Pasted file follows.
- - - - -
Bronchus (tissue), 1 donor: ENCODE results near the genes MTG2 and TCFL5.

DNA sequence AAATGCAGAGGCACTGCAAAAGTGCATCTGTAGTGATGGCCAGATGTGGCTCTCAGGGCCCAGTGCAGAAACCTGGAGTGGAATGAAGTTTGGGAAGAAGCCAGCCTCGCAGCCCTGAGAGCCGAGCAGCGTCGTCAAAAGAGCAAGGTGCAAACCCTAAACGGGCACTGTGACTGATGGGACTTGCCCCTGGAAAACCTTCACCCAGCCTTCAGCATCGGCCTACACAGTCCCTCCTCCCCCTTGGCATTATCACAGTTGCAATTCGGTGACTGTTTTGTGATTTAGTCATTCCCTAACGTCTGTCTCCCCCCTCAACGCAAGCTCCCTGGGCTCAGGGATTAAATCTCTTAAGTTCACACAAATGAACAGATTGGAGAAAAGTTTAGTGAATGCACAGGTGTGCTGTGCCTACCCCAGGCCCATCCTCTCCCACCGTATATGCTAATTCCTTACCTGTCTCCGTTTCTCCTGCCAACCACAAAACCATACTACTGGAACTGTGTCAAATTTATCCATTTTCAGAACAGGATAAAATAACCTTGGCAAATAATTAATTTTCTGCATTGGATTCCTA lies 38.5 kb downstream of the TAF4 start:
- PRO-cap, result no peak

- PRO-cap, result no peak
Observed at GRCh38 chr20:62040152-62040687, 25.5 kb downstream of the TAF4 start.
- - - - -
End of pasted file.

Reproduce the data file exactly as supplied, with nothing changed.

Bronchus (tissue), 1 donor: ENCODE results near the genes MTG2 and TCFL5.

DNA sequence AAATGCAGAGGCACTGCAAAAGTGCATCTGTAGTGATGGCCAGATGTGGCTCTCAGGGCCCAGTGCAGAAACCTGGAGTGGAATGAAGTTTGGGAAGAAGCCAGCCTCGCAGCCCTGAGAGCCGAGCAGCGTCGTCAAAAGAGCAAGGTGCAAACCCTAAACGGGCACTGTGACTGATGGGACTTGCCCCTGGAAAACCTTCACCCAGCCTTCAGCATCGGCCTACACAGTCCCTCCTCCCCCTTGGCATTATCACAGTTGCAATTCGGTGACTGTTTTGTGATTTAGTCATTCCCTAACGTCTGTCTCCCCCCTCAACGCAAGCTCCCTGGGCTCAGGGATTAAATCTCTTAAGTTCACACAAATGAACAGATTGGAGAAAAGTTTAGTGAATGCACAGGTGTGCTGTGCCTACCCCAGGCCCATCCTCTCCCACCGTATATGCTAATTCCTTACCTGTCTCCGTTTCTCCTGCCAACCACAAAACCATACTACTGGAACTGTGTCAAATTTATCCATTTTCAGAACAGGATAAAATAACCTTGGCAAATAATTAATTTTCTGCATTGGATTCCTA lies 38.5 kb downstream of the TAF4 start:
- PRO-cap, result no peak

- PRO-cap, result no peak
Observed at GRCh38 chr20:62040152-62040687, 25.5 kb downstream of the TAF4 start.